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Shipping makes alternate Suez plans with removal of Evergreen boxship not a given

The 21st century version of the Suez crisis has now seen vessels diverting, heading around the Cape of Good Hope as shipping comes to grips with the full ramifications of a blocked key chokepoint in global trade.

Efforts to dislodge the 20,388 teu Ever Given, which is currently straddling Asia and Africa with its bow lodged in the eastern bank of the canal, have thus far failed. Tugs tried to move the ship in the first 24 hours after it careened across the waterway. A digger has been trying to free the bow of the ship, while three dredgers have arrived and are working on the port side of the giant 399 m long Evergreen-operated vessel.

The CEO of the parent company of one of the salvage teams working on the Ever Given warned earlier this week the operation could take weeks.

Authorities say that the spring tide expected on Sunday and Monday will add 46 cm in water depth and are placing a lot of hope that this will be enough to shift the fully laden Japanese-built ship.

There were 71 vessels waiting for northbound transit and 79 for southbound in the Suez Canal as of yesterday, according to Sharaf Shipping Agency. A number of ships further away are taking evasive action.

The Ever Greet, also operated by Evergreen, and the Hyundai Prestige were the first two boxships reported to have changed their courses, making for the tip of southern Africa rather than the Suez Canal. The HMM Rotterdam followed suit today, doing a u-turn around Gibraltar.

According to to the planned schedules tracked by IHS Markit, in the seven days from Tuesday when the Ever Given ran aground, 49 container ships carrying an estimated 407,500 teu were set to pass through the Suez Canal in both directions.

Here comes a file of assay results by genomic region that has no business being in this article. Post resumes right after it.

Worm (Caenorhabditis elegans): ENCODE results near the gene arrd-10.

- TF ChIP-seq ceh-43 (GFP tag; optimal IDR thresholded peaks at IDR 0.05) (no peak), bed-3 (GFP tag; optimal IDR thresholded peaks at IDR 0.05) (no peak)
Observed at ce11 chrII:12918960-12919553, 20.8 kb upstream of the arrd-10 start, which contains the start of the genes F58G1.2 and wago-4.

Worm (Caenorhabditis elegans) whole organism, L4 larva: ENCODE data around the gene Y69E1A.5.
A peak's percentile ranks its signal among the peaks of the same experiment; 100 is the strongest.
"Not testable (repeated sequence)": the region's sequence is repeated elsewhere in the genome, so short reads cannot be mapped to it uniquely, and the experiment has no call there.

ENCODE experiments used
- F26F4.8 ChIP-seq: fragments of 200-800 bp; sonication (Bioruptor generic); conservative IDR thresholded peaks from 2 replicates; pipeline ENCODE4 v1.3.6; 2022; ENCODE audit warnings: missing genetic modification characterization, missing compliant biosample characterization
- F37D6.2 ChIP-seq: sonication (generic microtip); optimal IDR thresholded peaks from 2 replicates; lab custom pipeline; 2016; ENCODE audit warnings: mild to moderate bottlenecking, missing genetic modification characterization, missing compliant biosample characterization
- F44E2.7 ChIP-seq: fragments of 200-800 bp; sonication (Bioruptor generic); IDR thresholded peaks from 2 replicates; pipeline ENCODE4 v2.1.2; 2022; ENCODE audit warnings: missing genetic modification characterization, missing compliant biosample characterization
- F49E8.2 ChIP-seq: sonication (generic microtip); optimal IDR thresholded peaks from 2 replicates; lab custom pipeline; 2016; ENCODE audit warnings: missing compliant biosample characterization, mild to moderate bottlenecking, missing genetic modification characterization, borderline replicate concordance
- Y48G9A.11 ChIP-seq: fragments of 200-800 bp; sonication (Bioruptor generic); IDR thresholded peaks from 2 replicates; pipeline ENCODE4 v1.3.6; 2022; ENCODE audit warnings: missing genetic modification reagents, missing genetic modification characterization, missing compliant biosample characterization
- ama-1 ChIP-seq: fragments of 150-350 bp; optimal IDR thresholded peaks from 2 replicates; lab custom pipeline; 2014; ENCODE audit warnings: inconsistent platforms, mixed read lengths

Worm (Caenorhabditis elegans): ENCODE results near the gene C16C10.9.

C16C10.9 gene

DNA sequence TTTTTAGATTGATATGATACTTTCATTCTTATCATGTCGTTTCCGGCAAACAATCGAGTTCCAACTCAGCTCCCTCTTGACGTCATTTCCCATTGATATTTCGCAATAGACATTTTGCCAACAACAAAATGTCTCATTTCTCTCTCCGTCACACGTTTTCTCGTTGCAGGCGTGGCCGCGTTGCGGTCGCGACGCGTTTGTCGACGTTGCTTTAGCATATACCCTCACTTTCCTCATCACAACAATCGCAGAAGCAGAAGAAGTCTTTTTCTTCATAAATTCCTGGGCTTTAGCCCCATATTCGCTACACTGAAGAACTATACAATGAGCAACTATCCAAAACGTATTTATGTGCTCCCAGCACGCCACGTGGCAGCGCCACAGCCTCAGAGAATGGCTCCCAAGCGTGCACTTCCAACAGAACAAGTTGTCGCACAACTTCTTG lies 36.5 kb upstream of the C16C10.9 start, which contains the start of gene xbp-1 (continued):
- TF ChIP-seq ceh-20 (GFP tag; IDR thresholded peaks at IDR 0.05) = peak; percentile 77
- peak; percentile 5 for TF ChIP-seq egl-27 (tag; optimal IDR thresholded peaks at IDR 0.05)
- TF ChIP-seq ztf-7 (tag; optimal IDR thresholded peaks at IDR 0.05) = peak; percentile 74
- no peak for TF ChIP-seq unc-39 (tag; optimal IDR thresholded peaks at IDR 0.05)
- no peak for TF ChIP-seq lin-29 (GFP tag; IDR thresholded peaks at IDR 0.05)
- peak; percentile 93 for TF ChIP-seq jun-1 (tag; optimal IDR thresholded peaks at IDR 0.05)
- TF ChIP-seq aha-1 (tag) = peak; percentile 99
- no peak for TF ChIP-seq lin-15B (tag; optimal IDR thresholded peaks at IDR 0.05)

Braemar ACM has tracked four bulk carriers turning around and heading back into the Indian Ocean while two LNG carriers in the mid-Atlantic appear to have also changed course. Brokers Simpson Spence Young (SSY) meanwhile are reporting tanker charterers are asking for voyage options with routing via the Cape of Good Hope and the Suez Canal.

Diverting around Cape of Good Hope adds 3,800 miles to the journey and up to 12 days extra sailing time. 

An estimated 12% of global trade passes through the Suez Canal, comprising more than 1bn tonnes of goods each year, according to the International Chamber of Shipping (ICS).

Guy Platten, secretary general of the ICS, commenting on the Ever Given, said yesterday: “Hundreds of other ships are also affected. The damage done to the global supply chain will be significant.”

In the tanker sector, rates for suezmaxes and LR2s and LR1s are trending higher because of the blockage, something tipped to spread to other segments if the Panama-flagged boxship is not shifted soon.

Claire Grierson, senior director of tanker research at SSY, commented: “If the canal disruption is prolonged, the rerouting of tankers around the Cape of Good Hope will add greatly to voyage times, affecting vessel supply replenishment for some regions and this will boost freight rates at a time when many tanker segments have been struggling. If replacement vessels are needed, this will also cause rates to jump.”

In LNG, Braemar ACM has tracked 15 LNG carriers immediately impacted by the canal snarl-up, while there are 54 bulk carriers currently waiting either side of the key waterway.

The Panama Maritime Authority stated yesterday that the Ever Given, owned by Japan’s Shoei Kisen, suffered machinery problems affecting manoeuvrability early on Tuesday morning leading to the accident, something the ship’s owner, operator and manager have repeatedly denied, insisting the ship veered off course because of high winds.